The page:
Referring still to FIGS. 1 and 2, a set of acquisition circuitry 25 is mounted within gantry 9 to receive the four signals 23A-23D from each detector unit 20 in assembly 11. Circuitry 25 provides signals 23A-23D to ALC circuitry 30 via a data bus 26. Circuitry 30 uses the signals 23A-23D to determine the energy of a detected event, if the energy detected likely corresponds to a photon, the actual coordinates of a detected event within the block of BGO crystals 21, the time of the event (i.e. generates a time stamp) and compares event times to select coincidence pairs of events which are stored as coincidence data packets. Each coincidence data packet includes a pair of digital numbers which precisely identify the addresses of the two BGO crystals 21 that detected an associated event. Operation of ALC circuitry 30 is explained more in detail below.
Referring to FIG. 1, processor 40 includes a sorter 34, a memory module 43, an array processor 45, an image CPU 42 and a backplane bus 41 which conforms to the VME standards and links all other processor components together. The primary purpose of sorter 34 is to generate memory addresses for the coincidence data packets to efficiently store coincidence data. The set of all projection rays that point in the same direction ( ) and pass through the scanner's FOV is a complete projection, or “view”. A distance R between a particular projection ray and a center of the FOV locates that projection ray within the FOV. As shown in FIG. 1, for example, a positron annihilation (hereinafter an “event”) 50′ occurs along a projection ray 51′ which is located in a view at the projection angle and the distance R. The sorter 34 counts all of the events which occur on this projection ray (R,θ) during an acquisition period by sorting out the coincidence data packets that indicate an event at the two BGO detector crystals lying on ray 51′.
During a data acquisition, the coincidence counts are organized in memory 43 as a set of two-dimensional arrays, one for each axial image, and each having as one of its dimensions the projection angle θ and the other dimension the distance R. This θ by R map of detected events is called a histogram. Coincidence events occur at random and sorter 34 quickly determines the θ and R values from the two crystal addresses in each coincidence data packet and increments the count of the corresponding sinogram array element. The values of θ and R may be calculated as follows:
φ1=angular orientation of the first detector crystal;
φ2=angular orientation of the second detector crystal;
r0=radius of detector ring.
At the completion of an acquisition period, memory 43 stores the total number of annihilation events which occurred along each ray (R, θ) in the histogram.
Image CPU 42 controls bus 41 and links processor 40 to local network 18. Array processor 45 also connects to the bus 41 and operates under the direction of image CPU 42 to facilitate image reconstruction using histogram data from memory module 43. The resulting image array is stored in memory module 43 and is output by image CPU 42 to operator work station 15.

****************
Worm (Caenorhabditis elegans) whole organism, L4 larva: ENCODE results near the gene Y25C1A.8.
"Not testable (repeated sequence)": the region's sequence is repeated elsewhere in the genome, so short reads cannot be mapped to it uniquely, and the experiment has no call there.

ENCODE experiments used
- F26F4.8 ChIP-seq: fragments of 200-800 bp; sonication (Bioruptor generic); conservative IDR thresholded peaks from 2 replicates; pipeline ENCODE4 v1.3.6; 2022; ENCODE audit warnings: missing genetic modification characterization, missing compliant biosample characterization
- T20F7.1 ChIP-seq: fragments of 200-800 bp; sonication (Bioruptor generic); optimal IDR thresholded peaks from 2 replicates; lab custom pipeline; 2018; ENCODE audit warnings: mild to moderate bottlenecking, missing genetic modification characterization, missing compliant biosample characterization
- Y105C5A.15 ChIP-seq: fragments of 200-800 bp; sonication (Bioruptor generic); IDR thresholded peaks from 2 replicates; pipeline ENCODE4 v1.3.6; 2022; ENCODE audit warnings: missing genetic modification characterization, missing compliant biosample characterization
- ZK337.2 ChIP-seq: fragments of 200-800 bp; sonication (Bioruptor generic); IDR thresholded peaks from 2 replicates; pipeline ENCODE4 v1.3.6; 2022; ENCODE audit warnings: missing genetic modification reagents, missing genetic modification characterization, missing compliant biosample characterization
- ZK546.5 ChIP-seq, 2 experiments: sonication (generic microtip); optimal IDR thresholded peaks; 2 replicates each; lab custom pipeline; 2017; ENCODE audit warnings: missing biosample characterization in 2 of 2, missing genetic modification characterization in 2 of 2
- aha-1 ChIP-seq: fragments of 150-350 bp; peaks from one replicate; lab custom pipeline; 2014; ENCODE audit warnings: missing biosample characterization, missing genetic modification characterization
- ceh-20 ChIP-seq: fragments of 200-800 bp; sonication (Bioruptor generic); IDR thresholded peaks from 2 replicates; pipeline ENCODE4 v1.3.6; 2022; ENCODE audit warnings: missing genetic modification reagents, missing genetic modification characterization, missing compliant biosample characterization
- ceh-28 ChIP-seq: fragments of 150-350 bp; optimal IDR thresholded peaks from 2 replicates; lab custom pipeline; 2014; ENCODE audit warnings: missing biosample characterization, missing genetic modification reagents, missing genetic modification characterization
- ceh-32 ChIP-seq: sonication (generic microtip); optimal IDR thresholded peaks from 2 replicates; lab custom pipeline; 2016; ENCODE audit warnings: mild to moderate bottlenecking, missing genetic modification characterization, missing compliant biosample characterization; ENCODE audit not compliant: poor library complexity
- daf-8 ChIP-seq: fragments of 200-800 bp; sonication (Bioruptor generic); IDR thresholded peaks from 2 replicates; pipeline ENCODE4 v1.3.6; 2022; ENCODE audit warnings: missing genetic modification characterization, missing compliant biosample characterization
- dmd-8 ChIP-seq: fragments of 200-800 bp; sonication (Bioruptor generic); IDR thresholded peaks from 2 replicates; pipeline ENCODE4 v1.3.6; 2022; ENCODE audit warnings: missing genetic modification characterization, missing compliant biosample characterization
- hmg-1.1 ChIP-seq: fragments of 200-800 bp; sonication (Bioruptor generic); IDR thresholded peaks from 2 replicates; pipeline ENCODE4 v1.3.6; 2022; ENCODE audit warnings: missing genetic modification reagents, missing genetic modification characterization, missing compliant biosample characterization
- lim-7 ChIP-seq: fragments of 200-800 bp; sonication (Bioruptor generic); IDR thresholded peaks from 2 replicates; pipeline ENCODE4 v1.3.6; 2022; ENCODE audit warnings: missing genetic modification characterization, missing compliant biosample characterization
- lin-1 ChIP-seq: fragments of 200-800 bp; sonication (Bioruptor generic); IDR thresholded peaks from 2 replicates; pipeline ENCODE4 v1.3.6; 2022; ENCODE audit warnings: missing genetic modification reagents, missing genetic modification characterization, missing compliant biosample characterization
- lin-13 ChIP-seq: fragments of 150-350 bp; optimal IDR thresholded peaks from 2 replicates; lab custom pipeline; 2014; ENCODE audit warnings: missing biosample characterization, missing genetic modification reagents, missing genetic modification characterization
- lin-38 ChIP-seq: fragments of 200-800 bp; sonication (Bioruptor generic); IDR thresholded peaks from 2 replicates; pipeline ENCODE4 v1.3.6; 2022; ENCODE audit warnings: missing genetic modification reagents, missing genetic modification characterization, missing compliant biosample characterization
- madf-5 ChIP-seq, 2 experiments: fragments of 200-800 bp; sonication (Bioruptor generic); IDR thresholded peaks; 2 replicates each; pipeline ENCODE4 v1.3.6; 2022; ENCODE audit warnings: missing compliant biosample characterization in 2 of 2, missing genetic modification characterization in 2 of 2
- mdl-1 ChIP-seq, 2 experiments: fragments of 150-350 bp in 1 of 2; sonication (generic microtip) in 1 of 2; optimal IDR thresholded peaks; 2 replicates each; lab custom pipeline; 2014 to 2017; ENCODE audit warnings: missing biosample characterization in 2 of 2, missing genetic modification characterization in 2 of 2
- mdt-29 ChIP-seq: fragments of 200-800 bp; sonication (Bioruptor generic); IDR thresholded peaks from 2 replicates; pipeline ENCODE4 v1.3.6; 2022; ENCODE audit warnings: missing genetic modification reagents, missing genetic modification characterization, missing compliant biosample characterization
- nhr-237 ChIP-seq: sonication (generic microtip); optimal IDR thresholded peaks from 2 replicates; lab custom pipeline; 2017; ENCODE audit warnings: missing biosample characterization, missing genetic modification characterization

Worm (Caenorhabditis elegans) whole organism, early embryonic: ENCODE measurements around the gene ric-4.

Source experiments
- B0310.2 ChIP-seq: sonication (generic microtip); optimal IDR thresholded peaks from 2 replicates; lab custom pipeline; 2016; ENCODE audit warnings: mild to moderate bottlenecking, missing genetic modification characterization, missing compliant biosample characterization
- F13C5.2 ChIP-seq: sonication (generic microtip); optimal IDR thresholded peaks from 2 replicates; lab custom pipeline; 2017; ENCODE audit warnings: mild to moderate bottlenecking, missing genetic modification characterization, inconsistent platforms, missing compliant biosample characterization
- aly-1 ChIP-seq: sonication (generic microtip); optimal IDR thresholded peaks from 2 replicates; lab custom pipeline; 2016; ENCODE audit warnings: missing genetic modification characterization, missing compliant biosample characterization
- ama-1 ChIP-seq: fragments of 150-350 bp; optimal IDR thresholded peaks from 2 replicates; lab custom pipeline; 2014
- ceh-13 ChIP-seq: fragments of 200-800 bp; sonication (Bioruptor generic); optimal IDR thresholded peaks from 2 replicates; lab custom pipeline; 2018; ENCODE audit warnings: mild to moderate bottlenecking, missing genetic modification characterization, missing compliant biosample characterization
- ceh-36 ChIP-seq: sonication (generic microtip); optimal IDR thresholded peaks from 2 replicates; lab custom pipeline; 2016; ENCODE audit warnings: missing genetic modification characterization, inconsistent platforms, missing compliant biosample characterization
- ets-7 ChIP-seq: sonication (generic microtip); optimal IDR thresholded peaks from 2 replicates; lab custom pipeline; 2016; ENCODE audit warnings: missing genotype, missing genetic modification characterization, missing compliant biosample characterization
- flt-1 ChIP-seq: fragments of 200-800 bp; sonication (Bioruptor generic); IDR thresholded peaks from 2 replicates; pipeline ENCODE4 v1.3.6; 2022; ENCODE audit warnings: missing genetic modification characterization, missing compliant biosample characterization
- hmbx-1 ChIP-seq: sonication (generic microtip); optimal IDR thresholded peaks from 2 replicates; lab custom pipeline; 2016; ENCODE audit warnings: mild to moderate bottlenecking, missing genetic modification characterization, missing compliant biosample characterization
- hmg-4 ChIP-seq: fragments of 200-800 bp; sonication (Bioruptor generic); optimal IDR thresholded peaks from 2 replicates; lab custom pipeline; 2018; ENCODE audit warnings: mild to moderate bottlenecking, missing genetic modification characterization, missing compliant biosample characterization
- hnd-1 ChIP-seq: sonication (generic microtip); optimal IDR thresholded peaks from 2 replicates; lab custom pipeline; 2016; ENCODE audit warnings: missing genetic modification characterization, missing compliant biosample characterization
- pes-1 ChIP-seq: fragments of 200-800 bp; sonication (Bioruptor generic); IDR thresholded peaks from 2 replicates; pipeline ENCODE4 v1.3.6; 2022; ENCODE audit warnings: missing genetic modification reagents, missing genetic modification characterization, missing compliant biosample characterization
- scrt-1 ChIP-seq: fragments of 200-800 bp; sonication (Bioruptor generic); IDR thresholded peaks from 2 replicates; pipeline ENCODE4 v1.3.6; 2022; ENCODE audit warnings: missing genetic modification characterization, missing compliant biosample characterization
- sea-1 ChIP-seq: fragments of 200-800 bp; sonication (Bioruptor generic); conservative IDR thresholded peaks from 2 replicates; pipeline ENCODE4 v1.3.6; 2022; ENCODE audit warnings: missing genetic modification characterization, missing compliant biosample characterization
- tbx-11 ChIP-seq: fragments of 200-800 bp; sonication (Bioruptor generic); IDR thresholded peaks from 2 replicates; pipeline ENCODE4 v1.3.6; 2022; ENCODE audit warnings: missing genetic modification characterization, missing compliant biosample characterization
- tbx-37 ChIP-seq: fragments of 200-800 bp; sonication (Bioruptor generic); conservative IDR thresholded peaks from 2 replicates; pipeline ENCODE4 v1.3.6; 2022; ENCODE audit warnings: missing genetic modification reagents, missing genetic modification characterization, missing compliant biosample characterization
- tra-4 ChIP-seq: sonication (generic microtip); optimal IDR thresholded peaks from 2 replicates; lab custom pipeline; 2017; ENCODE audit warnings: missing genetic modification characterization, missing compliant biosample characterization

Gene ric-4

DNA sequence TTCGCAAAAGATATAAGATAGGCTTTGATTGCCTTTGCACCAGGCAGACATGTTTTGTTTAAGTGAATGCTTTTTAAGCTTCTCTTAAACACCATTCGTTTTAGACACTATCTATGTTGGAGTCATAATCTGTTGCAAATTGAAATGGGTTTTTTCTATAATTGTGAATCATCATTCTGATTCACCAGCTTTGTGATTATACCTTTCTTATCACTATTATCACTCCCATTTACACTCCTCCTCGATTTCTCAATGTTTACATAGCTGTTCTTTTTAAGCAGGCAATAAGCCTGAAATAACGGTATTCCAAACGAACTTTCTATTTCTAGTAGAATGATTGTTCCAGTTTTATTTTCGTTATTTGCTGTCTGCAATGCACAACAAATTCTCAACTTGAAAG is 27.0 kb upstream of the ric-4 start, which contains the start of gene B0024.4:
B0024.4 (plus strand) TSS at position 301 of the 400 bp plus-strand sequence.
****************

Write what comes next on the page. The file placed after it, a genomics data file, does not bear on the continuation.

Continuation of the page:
Station 15 includes a CPU 50, a CRT display 51 and a keyboard 52. CPU 50 connects to network 18 and it scans the key board 52 for input information. Through the keyboard 52 and associated control panel switches, an operator can control calibration of the system 9, its configuration, and the positioning of patient table 13 during an acquisition period.
Referring to FIGS. 1, 2 and 3, for each separate detector module (i.e. grouping of six detector units 20) within an assembly 11, ALC circuitry 30 includes the hardware illustrated in FIG. 3. For each separate detector unit 20 within a module (which includes six detector units) the hardware includes four pre-amplifiers collectively referred to by numeral 51, first, second and third integrators 62, 64 and 66, respectively, a summer 47, a timing pick-off circuit (TPC) 68, and a fixed delay 52. In addition, for each detector module the hardware includes four multiplexers 61, 63, 65 and 67, three analog to digital converters 71, 73 and 75, an energy and crystal identifier 220, a delay unit 54, a time to digital converter (TDC) 56, a master clock 58, a processor 60, coincidence detection circuitry 200, a control logic module 222 and a plurality of buses and data lines linking the aforementioned components together.
Referring to FIGS. 2 and 3, a separate pre-amplifier 51 is provided for each PMT 22 in a detector unit 20. Each pre-amplifier 51 receives a separate one of the intensity signals 23A-23D (see FIG. 2) via a bus 26 and amplifies the intensity signal such that the resulting signal is at a suitable level for signal processing. The amplified signals corresponding to the four PMTs in each detector unit 20 are provided to summer 47 and integrator 62. Summer 47 sums the amplified signals generating a total energy signal T for detector unit 20, signal T provided to TPC 68.